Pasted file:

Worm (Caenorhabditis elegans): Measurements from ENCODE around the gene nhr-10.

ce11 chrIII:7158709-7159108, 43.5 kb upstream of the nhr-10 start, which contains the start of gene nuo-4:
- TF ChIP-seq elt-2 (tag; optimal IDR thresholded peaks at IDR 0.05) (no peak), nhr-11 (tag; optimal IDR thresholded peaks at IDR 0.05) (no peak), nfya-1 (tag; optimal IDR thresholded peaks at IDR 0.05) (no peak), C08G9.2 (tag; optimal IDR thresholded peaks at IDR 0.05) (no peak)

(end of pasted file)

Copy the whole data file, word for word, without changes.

Worm (Caenorhabditis elegans): Measurements from ENCODE around the gene nhr-10.

ce11 chrIII:7158709-7159108, 43.5 kb upstream of the nhr-10 start, which contains the start of gene nuo-4:
- TF ChIP-seq elt-2 (tag; optimal IDR thresholded peaks at IDR 0.05) (no peak), nhr-11 (tag; optimal IDR thresholded peaks at IDR 0.05) (no peak), nfya-1 (tag; optimal IDR thresholded peaks at IDR 0.05) (no peak), C08G9.2 (tag; optimal IDR thresholded peaks at IDR 0.05) (no peak)